Where do we go from here? – If you are a coach thinking of taking the Rutgers job, this should be a sign that a turnaround is possible with the right leadership. The talent on this roster is not as poor as the on-field performance would lead you to believe. From a recruiting perspective, there is still room to grow. It’s also worth pointing out how a few potential coaches appear on here. Army (Jeff Monken), Buffalo (Lance Leipold) and even Eastern Michigan (Chris Creighton) are all clustered together as teams that had near-low talent levels, but had what would be considered “average” FBS teams. That is a positive sign that they can get the most out of their players. Interestingly, Mississippi State also appears to have outperformed their recruiting ranking. In another nod to Joe Moorhead, I think people are not giving their 8-5 season last year its fair shake – they were better than their record and were working with a roster more similar to Michigan State than Michigan.

#3: Team S&P+ Trends: Rutgers vs Alabama

What is it? This looks at yearly Rutgers’ S&P+ Rating from 1970-Current (Red) as well as Alabama’s (Maroon).

What does it say about Rutgers? Obviously, of all the peaks and valleys, that 2006 season takes the cake of the last 40+ years. It was interesting to see the direct impact of hiring Schiano, via that consistent trend up from 2001 - 2007. You may be wondering why I included Alabama on here as a comparison. Alabama has been a better football program for nearly all of the 150 years since we played that first game and that’s not going to change any time soon. However, for two years (2006 and 2007), Rutgers would have been favored on a neutral field against Alabama and it puts into perspective where the program stood at that point. In addition, Alabama hired Nick Saban in 2007, there is a clear jump that takes the program from a very good team to the dynasty they are today. Even for a program as storied as Alabama, the right coaching hire can elevate a program to new heights and shows the importance for any program to make the right hire.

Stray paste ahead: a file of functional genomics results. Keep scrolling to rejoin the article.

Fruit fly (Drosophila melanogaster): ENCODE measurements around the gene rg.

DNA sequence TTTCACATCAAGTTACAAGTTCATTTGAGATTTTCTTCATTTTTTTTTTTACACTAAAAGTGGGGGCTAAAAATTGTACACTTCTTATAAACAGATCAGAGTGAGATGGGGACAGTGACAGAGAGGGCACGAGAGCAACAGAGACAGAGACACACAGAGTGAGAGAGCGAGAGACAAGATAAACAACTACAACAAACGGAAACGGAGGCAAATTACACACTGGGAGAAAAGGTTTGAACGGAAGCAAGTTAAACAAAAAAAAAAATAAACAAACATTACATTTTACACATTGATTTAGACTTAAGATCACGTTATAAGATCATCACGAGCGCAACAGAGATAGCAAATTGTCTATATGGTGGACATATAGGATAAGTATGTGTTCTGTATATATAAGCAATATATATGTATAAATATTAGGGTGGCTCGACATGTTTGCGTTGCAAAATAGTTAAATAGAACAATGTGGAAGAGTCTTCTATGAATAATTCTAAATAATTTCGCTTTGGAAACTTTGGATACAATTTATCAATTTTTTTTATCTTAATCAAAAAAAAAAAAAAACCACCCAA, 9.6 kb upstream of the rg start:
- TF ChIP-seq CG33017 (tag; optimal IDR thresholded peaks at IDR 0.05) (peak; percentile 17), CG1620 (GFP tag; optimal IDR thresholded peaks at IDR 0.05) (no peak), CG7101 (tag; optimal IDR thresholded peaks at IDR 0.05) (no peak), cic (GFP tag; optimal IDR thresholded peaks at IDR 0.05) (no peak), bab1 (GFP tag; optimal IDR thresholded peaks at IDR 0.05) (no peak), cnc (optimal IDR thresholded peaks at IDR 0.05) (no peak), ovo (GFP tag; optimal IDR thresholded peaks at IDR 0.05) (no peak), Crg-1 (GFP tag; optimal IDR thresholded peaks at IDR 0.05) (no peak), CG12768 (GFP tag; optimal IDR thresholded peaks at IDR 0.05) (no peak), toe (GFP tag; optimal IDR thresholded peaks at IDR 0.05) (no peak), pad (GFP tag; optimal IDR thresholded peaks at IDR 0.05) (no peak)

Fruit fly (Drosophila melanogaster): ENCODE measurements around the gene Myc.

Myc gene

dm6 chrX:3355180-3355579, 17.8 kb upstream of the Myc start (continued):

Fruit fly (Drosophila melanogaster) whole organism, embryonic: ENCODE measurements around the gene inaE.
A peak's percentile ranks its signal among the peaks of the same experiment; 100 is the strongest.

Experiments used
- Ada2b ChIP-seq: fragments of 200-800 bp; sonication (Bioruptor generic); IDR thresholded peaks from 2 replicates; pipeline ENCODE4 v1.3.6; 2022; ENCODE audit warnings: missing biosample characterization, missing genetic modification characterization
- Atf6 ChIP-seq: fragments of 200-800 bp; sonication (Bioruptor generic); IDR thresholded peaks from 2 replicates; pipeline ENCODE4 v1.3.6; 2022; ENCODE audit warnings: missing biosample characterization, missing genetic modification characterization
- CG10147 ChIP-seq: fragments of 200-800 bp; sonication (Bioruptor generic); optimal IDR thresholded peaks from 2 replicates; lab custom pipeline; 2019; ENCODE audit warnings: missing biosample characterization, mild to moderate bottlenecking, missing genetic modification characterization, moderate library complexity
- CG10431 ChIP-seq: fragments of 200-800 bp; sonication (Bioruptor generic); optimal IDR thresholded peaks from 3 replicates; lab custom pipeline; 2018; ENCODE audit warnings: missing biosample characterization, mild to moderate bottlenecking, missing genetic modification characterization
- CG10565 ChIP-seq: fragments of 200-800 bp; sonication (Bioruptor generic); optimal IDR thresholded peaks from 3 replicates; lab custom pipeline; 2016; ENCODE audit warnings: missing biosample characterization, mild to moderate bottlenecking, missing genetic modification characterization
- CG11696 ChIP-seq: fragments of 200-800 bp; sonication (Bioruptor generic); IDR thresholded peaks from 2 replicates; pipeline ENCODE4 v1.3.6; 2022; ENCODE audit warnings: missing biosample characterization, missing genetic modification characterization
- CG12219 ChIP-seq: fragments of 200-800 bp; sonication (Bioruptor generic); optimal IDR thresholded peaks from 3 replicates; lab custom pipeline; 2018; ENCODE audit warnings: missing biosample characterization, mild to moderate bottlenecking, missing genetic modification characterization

Where do we go from here? – Before writing this, I was firmly in the “hire Greg Schiano” section of the fanbase. He would still be my #1A/1B candidate (along with Moorhead, who I don’t see as realistic). The expectation of this new coaching hire should be a steady upward climb and few coaches in the country have improved a program as much as Greg did. The 2001 Rutgers team had a rating of -16.1 and the 2006 team had a rating of 14.8, meaning 2006 Rutgers would be favored by 31 points against 2001 Rutgers. That monumental improvement cannot be understated. (Side note: using similar logic and KenPom data, Steve Pikiell’s 2018-2019 basketball team would be favored by 19 points against Eddie Jordan’s 2015-2016 team).

However, the Scarlet-colored Schiano glasses are wearing off just slightly for me. I was surprised at just how average the 9-4 teams in 2012 and 2013 were considered, according to S&P+. Again, I am not using the ratings as the end-all gospel of how good a team is or was, but it does put a little perspective in place as many have debated how good the teams really were, given the Big East schedule. With that said, I think what’s most important is that from 2005 - 2012, Rutgers was better than they are now and better than they were before.

Bonus: Army vs Tulane S&P+ Ratings

I was using year-over-year S&P+ rankings to look at trends of potential coaching hires. A good coach is one who elevates a program from one level to the next and the clearest sign of a strong coach is one who has a clear upward trend.

Jeff Monken has by-far the best trendline of improvement of the candidates mentioned (although I am even more firmly in the camp of not wanting a triple-option team). I was very unimpressed with Lance Leipold and Jason Candle’s trends. Jason Candle’s Toledo team is actually trending downward for the third straight year. A team trending phenomenally is Willie Fritz’ Tulane team (since he was hired in 2015), who just scored 40+ points on the road against Army last week. It’s also strange just how similar the trendlines for Army and Tulane are. Regardless, I am surprised by the lack of mentions of Fritz as a candidate and think he should get a hard look, should Rutgers go the route of a G5 head coach. I encourage anyone reading this to try navigating the site yourself and see what interesting nuggets you can find.